I am from laundry dried on the clothesline, Tropicana orange juice, and Johnson & Johnson’s baby oil. I am from Vicks in the winter and school supplies bought at Woolworth before September. I am from a three-story, green, attached house … Continue reading
Yesterday, as I was walking across the Brooklyn Bridge with a friend, our attempts to social distance, and a bit of distraction, led us into the bike path. As one “gentleman” sped by on his bicycle, we heard him address … Continue reading
When I found out who Fred Noonan was—that Amelia Earhart didn’t disappear alone—it made me feel less secure of my grip on reality. I was a child who never believed in Santa Claus, and so I never experienced having that … Continue reading
I want to be your favorite shirt. Not the shirt you wear like a mask to all those starched stiff occasions in life where you feel like a person playing the part of yourself as an adult. I want to … Continue reading
In this digital age, what is reality? We regularly conflate facts with feelings and opinions—whether out of laziness, deceitfulness, or ignorance. Social media is teeming with people self-righteously clinging to their beliefs and bludgeoning others with them. Because, as we … Continue reading
The blank page— Sometimes it beckons like a friend. Other times it mocks me like a fiend. It can be a weightless delight. Or a Sisyphean burden that brings me to my knees. – Sometimes I find my groove And … Continue reading
Once upon a time, there was a young prince who wanted to be a great and beloved king. He was dutiful in all of his studies. He was kind. And he gave generously. He sought the advice of his parents, … Continue reading
Once upon a time, there was a vain and greedy queen. Every day she would walk her estate to bask in the wealth of all she owned. She prided herself on having a luxurious castle and an impressive garden. She … Continue reading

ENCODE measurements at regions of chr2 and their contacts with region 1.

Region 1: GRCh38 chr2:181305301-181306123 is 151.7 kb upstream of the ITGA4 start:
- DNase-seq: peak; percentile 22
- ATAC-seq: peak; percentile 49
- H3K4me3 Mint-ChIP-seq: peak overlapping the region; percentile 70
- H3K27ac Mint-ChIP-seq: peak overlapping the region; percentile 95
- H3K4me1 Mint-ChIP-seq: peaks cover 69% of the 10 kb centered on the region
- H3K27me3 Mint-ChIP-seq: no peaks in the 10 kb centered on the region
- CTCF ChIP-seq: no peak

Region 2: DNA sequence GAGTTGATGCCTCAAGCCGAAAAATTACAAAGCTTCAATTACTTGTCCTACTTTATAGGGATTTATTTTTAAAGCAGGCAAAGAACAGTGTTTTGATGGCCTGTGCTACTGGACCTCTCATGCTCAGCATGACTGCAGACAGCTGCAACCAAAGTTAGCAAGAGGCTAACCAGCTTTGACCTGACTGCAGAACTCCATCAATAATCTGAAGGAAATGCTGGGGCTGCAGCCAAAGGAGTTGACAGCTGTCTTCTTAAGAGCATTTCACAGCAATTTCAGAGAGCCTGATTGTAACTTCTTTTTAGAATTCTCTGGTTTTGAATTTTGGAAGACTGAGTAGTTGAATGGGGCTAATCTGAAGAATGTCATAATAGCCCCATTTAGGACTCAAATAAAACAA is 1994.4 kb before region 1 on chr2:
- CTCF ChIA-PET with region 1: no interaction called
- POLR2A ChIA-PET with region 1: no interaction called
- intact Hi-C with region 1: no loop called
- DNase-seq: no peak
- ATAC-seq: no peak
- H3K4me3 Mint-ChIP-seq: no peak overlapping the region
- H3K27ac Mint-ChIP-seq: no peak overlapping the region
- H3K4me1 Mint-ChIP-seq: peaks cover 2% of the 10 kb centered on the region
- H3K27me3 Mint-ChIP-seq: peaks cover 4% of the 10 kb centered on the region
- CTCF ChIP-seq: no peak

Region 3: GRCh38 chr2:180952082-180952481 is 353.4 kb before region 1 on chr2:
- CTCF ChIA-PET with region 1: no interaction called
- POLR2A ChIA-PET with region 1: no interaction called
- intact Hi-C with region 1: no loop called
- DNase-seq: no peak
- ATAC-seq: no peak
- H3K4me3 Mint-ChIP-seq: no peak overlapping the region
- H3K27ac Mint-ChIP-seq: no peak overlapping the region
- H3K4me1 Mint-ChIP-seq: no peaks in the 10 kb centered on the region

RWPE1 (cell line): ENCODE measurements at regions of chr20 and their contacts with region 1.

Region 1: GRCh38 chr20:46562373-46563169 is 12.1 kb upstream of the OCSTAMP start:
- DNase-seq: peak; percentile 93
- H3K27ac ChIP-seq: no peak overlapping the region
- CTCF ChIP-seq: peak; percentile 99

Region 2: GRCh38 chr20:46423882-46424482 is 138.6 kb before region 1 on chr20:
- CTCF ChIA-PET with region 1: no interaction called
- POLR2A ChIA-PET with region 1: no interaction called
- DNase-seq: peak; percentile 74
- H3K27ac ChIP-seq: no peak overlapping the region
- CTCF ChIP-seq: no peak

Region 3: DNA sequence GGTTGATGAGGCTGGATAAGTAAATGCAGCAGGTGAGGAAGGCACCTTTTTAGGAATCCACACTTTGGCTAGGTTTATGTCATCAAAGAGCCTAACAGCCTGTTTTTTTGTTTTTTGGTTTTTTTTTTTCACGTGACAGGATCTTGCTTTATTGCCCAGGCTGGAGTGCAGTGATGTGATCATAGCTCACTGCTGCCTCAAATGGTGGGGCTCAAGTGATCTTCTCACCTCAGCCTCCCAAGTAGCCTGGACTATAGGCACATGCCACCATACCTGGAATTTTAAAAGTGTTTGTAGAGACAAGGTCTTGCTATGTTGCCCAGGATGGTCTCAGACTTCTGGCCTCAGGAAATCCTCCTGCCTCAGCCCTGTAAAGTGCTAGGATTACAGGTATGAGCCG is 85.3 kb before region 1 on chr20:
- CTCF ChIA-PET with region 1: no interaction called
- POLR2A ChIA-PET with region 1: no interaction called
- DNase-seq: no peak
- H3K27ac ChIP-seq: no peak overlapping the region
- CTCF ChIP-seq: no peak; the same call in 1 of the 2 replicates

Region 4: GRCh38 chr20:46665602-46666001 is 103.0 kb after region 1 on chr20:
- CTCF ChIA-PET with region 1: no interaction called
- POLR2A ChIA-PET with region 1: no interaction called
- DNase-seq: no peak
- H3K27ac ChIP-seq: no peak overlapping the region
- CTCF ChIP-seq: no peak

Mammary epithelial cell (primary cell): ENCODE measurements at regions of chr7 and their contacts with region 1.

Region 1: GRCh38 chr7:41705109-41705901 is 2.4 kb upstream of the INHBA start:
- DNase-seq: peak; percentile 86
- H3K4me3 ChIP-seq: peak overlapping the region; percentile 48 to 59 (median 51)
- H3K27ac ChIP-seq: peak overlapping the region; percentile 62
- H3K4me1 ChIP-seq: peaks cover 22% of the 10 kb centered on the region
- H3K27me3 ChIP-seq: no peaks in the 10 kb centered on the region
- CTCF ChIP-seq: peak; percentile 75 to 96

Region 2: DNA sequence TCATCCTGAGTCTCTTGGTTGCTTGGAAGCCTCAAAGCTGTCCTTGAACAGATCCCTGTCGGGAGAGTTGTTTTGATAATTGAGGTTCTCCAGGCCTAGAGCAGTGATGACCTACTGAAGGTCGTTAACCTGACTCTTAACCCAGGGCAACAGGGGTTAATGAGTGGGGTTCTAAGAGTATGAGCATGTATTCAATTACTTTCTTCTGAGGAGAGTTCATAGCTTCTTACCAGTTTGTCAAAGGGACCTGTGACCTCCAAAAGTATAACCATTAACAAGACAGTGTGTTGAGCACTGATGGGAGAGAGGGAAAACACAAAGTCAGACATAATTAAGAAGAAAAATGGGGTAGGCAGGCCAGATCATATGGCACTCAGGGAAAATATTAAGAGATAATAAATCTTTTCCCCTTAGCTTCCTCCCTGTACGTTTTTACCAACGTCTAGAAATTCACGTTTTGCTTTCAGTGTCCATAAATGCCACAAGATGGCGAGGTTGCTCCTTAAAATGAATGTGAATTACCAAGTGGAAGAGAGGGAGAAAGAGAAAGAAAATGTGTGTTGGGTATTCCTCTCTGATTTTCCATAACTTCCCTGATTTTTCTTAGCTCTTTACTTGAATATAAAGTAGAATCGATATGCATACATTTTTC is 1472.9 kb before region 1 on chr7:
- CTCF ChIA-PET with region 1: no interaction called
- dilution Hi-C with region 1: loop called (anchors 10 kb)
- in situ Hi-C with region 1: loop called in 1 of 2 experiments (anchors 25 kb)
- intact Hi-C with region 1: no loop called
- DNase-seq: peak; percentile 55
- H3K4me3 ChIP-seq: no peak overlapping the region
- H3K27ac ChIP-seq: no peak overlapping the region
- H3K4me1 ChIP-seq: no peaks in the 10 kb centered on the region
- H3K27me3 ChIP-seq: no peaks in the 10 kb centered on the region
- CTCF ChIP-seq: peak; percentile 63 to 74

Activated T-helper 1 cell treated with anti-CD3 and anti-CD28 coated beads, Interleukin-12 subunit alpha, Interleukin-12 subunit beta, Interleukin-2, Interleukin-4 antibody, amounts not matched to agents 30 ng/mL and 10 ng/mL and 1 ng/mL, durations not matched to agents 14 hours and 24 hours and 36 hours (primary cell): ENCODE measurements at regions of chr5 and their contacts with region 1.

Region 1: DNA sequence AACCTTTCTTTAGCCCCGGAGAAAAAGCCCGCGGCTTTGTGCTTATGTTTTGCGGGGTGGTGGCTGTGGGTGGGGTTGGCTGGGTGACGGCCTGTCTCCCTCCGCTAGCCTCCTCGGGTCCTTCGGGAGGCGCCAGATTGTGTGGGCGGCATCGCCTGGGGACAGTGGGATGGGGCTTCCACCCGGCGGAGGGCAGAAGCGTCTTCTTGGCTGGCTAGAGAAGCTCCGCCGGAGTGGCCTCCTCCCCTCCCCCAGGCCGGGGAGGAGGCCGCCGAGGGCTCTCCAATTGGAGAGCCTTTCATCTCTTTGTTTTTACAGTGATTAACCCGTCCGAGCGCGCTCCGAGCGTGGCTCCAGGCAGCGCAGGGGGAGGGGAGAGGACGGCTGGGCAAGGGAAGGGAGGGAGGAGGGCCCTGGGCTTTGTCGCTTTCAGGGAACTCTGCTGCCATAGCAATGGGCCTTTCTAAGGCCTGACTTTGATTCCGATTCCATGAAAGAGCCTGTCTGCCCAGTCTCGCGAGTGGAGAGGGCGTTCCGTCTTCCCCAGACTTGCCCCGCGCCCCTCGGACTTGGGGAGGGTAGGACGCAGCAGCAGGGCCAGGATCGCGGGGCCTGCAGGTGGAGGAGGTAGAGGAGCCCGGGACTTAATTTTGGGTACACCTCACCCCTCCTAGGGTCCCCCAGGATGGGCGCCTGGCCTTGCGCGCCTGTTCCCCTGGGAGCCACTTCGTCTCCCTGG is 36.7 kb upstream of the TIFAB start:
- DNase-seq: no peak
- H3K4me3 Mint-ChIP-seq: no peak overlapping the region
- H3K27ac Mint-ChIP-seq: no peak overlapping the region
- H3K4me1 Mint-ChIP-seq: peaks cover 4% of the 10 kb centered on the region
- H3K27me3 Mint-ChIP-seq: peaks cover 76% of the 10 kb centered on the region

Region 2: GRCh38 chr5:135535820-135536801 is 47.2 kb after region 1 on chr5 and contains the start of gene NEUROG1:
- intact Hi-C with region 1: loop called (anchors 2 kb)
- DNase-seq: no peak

The world is rich with pleasures. That first day winter breaks and lets the fullness of the sun’s warmth wrap you up like a hug from someone you love, but have missed for months. A clear night far away from … Continue reading
If you do not enjoy being you, then you have some work to do. As I approach my fourth decade, I feel only one thing is being asked of me: that I let my true self take root and live authentically—with no qualifications or apologies. Not conceit—just love and acceptance of self and confidence.
My first decade was marked by an abundance of self-assurance. As a child I was confident (perhaps even conceited), bold, brave, and out-going. I had no antagonistic or ambivalent feelings towards my body. I had an unlimited well of faith in my abilities.
However, puberty proved to be something of a Trojan horse for me. At first (mostly thanks to Judy Blume books), I saw no reason to be any different. I would (as my pediatrician commanded) shy away from nothing just because I had my period. Menstruation would never be an excuse I used for stepping back from something I wanted to do—neither would my gender. I was fiercely feminist—proud to be a girl and looking forward to being a woman.
But then my body began to visibly change—thickening and rounding in very non-ballerina-esque ways. I ceased to see the physique I’d come to esteem and associate with beauty when I looked in the mirror. And that’s when the Trojan horse of puberty burst open—insecurities pouring out of it like an armed and hostile regiment then attacking my identity along with all the confidence I’d cultivated.
My second decade contained a cold war between me and my body. I tried to will it and then deprive it back to the lean and lanky way it had once been. I hid it under bulky clothes. I regretted the veiny appearance of my arms. I appreciated my body’s speed, agility, and strength, but I wished it looked different.
College proved to be a summit of diplomacy. I negotiated a cease fire and then true peace in the company of diverse bodies. I began to focus less on what my body looked like and more on what it could do. I stopped having any feelings of guilt connected to food. And as others made their appreciation of my form known, I began to appreciate it too.
Every decade since has been a journey forward to get back to the unabashed confidence I had as a child. There is still more internal territory to reclaim—still further to go and grow in loving and being who I truly am—both the exterior and what’s inside. But each day, as I age, I try to take a few steps past my comfort zone and to be even more comfortable in my own skin. Each day I seek to love myself more—and this body I’m in.